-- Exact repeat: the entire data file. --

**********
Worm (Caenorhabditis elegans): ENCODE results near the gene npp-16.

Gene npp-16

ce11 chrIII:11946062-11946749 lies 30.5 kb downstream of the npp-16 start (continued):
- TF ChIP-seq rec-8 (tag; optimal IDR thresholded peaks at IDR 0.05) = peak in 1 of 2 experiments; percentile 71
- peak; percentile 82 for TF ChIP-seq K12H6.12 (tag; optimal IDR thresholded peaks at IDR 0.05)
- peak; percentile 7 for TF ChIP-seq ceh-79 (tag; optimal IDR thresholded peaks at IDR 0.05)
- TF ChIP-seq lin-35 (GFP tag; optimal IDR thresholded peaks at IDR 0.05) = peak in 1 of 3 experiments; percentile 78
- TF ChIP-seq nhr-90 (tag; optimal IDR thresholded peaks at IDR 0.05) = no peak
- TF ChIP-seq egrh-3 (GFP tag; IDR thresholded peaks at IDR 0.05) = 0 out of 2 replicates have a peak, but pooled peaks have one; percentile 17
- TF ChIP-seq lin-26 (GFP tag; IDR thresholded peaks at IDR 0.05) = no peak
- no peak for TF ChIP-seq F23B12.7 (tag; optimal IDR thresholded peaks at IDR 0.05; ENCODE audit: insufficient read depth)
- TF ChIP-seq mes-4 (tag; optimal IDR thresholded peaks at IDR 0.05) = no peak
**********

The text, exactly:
Worm (Caenorhabditis elegans): ENCODE results near the gene npp-16.

Gene npp-16

ce11 chrIII:11946062-11946749 lies 30.5 kb downstream of the npp-16 start (continued):
- TF ChIP-seq rec-8 (tag; optimal IDR thresholded peaks at IDR 0.05) = peak in 1 of 2 experiments; percentile 71
- peak; percentile 82 for TF ChIP-seq K12H6.12 (tag; optimal IDR thresholded peaks at IDR 0.05)
- peak; percentile 7 for TF ChIP-seq ceh-79 (tag; optimal IDR thresholded peaks at IDR 0.05)
- TF ChIP-seq lin-35 (GFP tag; optimal IDR thresholded peaks at IDR 0.05) = peak in 1 of 3 experiments; percentile 78
- TF ChIP-seq nhr-90 (tag; optimal IDR thresholded peaks at IDR 0.05) = no peak
- TF ChIP-seq egrh-3 (GFP tag; IDR thresholded peaks at IDR 0.05) = 0 out of 2 replicates have a peak, but pooled peaks have one; percentile 17
- TF ChIP-seq lin-26 (GFP tag; IDR thresholded peaks at IDR 0.05) = no peak
- no peak for TF ChIP-seq F23B12.7 (tag; optimal IDR thresholded peaks at IDR 0.05; ENCODE audit: insufficient read depth)
- TF ChIP-seq mes-4 (tag; optimal IDR thresholded peaks at IDR 0.05) = no peak